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Monday, Jun 2, 2008
New releases for the week of 2008-06-02...

A surprisingly busy release week (albeit one chock full of cross-platform movie adaptations) is giving way to a couple of firsts here at TWiG.


The first, uh, first is that this marks the first time that a given franchise has managed to snag the featured spot in The Week in Games twice.  That’s right, way back in the very first edition of The Week in Games, Ninja Gaiden: Dragon Sword looked like the game to beat; this week, it’s Ninja Gaiden II, for the Xbox 360.  Let’s face it—a lot of us grew up on Mortal Kombat, living for the fatalities and the location-specific kills that the game introduced us to, inspiring arguments regarding which, of all of the kills in the game, was the coolest (read: bloodiest).  As much as we might purport to be above such base desires now, there’s still something appealing about a game that doesn’t just include blood as some means to an end of gritty realism, but revels in it, putting gushing fountains of red liquid where mere arteries should be.  My nearest point of reference would be Kill Bill for the style of the bloodletting going on here, though I’m sure you can point me toward obscure Japanese films that would be closer to the truth of the inspiration.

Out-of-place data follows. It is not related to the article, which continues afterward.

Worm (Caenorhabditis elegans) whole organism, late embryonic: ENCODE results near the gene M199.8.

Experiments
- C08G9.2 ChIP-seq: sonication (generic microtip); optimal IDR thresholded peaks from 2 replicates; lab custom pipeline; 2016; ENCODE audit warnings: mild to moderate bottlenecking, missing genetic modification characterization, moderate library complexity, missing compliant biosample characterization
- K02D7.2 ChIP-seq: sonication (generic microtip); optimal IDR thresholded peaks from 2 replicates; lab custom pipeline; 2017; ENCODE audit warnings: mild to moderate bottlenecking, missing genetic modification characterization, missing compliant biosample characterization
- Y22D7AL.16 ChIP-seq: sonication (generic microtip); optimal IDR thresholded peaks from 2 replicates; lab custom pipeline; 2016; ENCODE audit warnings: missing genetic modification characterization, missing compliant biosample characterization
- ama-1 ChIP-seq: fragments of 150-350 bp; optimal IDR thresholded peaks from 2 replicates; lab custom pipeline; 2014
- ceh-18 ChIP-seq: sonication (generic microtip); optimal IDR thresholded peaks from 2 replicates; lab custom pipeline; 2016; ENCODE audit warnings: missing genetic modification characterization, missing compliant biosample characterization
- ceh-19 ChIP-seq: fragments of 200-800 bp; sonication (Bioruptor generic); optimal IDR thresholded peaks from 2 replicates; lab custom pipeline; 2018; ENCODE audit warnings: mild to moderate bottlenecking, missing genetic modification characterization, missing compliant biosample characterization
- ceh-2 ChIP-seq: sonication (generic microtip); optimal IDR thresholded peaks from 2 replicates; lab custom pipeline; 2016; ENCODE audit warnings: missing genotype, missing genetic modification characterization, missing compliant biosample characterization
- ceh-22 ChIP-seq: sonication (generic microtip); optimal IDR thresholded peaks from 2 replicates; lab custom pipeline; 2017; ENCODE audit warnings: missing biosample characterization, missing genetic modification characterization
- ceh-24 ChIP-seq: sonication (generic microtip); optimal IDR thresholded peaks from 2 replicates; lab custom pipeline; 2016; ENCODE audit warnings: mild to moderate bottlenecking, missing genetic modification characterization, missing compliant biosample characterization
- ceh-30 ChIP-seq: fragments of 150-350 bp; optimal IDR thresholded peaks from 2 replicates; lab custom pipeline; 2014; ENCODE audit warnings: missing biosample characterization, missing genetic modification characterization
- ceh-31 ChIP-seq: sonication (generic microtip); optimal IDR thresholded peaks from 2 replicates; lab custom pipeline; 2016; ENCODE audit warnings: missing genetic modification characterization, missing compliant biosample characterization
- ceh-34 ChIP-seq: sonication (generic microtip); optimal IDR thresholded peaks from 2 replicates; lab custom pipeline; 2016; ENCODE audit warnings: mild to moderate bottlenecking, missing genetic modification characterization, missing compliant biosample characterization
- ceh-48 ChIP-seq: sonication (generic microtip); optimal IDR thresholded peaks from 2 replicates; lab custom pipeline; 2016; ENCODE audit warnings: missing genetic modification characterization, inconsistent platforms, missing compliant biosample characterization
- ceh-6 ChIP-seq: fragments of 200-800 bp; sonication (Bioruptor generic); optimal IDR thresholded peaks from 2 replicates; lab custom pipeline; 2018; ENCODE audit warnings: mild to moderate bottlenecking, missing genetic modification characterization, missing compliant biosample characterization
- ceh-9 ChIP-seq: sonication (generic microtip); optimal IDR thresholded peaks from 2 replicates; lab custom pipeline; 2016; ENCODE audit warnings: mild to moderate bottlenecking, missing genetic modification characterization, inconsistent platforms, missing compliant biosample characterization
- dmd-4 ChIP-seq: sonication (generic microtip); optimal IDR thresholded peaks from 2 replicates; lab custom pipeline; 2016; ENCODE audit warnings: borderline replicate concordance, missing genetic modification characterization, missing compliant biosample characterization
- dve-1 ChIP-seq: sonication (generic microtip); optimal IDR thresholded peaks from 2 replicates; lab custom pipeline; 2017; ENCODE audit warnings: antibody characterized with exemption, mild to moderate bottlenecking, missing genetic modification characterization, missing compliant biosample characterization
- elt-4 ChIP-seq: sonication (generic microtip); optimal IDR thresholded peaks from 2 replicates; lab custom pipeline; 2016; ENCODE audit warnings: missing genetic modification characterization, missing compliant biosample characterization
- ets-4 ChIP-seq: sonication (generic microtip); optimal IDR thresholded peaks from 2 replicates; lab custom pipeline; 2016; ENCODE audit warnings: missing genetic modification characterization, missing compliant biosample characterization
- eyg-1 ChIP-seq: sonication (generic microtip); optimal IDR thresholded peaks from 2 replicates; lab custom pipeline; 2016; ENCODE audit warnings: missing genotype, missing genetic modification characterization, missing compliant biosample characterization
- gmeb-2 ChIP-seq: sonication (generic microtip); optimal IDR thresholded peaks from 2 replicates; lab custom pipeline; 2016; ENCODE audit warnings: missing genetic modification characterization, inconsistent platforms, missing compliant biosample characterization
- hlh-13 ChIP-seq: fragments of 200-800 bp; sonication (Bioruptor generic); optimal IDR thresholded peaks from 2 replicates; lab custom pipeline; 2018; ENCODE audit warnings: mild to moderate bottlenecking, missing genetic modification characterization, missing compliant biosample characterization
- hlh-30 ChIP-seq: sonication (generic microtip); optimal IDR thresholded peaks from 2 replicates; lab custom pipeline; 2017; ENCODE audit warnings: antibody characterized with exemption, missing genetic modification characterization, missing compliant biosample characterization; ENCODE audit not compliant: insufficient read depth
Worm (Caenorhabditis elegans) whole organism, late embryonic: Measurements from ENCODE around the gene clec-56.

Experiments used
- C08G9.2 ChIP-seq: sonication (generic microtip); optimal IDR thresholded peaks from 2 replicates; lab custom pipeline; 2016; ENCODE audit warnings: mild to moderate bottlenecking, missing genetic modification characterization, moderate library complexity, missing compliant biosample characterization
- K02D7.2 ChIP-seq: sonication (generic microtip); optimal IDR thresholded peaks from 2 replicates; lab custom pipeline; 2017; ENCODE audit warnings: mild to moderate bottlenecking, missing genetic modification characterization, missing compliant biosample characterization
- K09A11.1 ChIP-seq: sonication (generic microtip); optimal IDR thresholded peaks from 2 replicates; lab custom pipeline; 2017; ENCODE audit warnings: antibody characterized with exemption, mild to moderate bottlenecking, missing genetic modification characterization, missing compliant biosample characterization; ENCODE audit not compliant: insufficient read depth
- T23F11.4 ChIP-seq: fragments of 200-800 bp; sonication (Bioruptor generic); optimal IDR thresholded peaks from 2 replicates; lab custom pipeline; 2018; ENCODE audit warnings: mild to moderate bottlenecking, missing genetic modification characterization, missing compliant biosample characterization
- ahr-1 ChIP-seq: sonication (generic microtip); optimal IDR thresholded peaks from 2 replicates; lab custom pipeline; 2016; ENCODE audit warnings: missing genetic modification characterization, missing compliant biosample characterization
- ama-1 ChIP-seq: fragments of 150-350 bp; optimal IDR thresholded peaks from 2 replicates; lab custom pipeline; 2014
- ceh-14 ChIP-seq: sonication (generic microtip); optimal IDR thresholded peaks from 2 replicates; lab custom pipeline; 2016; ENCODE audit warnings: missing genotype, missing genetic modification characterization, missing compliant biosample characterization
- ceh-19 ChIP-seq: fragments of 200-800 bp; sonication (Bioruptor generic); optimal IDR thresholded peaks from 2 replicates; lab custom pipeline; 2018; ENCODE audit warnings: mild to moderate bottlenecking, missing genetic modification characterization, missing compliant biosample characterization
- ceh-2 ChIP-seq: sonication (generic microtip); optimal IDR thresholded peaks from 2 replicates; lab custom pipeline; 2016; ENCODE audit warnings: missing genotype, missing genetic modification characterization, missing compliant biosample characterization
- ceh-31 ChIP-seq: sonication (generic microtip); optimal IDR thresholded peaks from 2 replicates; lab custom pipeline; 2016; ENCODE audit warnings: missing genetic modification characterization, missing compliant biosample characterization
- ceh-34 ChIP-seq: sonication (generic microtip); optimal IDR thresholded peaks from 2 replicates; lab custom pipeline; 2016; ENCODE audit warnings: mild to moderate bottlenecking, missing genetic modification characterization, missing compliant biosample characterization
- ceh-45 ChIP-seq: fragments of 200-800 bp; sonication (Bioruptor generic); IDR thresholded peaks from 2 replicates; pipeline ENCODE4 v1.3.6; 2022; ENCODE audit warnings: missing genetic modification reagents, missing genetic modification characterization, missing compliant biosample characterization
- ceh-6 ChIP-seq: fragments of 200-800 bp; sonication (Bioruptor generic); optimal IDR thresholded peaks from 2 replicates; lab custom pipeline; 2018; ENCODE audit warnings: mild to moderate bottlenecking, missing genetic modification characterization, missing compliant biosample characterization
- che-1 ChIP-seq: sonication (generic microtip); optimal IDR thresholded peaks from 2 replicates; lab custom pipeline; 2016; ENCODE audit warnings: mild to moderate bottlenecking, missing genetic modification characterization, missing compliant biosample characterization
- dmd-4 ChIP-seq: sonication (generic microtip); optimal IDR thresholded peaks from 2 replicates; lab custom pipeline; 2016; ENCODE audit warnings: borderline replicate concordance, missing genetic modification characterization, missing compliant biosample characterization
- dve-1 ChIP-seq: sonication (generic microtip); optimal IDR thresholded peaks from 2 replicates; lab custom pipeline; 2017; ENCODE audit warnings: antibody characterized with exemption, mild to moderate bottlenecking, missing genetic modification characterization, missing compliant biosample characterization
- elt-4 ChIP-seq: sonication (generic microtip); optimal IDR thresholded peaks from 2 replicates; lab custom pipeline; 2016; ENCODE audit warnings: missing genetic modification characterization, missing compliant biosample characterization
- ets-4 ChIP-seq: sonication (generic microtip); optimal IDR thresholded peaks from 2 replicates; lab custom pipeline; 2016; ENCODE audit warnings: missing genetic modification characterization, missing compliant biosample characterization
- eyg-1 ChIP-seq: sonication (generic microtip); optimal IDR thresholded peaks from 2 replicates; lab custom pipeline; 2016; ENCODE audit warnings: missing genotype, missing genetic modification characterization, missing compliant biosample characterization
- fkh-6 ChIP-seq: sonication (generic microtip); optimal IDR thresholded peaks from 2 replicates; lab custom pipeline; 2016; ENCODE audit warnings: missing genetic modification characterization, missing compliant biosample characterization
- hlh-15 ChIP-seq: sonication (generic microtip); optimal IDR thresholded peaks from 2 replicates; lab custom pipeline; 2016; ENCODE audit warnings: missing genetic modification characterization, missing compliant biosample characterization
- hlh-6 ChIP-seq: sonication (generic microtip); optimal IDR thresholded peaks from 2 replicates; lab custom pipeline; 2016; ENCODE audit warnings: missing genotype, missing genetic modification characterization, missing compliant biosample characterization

If Ninja Gaiden II were only about the blood, though, it wouldn’t be worth highlighting.  No, the other thing about the reborn Ninja Gaiden series is the way it preserves an old-school level of challenge to the player.  For those who can appreciate a good challenge (that is, things that are freaking hard), it’s refreshing to see that the franchise’s transition to 3D hasn’t brought with it a softening of the controller throwing, profanity-spewing, rage-inducing difficulty that so loudly marked its NES predecessors.  I, for one, can’t wait to get my hands on the thing.


As for the other first, this is the first time that a single game has had a release that spans the entire gamut of current gaming systems.  From PS3 to the PC right down to the Nintendo DS, Lego Indiana Jones is making his debut this week.  If you aren’t looking forward to being chased by a giant Lego boulder and seeing how they handle the heart-ripping scene in Temple of Doom in a game aimed at kids, well, I don’t know you.